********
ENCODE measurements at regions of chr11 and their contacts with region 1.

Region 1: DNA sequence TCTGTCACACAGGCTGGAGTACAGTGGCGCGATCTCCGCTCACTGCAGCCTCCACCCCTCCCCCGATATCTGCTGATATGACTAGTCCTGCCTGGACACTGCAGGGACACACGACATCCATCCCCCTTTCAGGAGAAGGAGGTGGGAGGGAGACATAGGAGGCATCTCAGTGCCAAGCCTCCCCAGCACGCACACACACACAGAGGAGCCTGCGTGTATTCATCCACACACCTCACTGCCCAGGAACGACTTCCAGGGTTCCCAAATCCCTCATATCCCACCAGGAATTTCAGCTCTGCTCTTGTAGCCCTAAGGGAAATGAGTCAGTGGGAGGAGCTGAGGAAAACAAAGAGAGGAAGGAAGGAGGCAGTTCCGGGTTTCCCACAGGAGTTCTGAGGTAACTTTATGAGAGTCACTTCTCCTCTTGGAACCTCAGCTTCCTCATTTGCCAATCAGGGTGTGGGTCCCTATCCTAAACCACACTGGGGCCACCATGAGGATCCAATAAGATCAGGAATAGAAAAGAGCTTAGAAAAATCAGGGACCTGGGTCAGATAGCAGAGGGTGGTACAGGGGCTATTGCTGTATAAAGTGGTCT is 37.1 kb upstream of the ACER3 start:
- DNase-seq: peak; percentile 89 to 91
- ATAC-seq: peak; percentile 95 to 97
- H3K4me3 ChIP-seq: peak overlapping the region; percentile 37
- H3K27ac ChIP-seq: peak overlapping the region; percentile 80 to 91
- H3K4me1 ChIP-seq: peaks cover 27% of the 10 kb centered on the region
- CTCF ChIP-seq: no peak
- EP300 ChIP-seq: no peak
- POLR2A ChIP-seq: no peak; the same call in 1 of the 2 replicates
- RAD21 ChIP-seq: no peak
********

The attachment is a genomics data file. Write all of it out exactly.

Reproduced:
ENCODE measurements at regions of chr11 and their contacts with region 1.

Region 1: DNA sequence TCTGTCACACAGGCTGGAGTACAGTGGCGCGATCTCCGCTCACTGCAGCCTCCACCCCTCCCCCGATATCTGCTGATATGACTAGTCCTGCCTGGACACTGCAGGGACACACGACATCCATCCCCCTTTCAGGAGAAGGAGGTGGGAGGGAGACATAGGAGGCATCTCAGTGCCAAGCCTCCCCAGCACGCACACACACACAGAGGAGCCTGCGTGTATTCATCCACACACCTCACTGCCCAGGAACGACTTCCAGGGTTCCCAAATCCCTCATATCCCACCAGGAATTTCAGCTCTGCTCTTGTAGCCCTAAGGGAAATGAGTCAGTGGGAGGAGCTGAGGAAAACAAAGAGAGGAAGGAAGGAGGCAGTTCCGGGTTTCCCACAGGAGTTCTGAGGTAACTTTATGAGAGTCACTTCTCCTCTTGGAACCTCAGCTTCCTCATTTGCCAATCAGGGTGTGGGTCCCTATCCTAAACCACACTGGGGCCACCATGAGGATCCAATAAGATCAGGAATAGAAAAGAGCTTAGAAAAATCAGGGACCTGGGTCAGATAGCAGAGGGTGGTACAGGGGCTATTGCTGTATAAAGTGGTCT is 37.1 kb upstream of the ACER3 start:
- DNase-seq: peak; percentile 89 to 91
- ATAC-seq: peak; percentile 95 to 97
- H3K4me3 ChIP-seq: peak overlapping the region; percentile 37
- H3K27ac ChIP-seq: peak overlapping the region; percentile 80 to 91
- H3K4me1 ChIP-seq: peaks cover 27% of the 10 kb centered on the region
- CTCF ChIP-seq: no peak
- EP300 ChIP-seq: no peak
- POLR2A ChIP-seq: no peak; the same call in 1 of the 2 replicates
- RAD21 ChIP-seq: no peak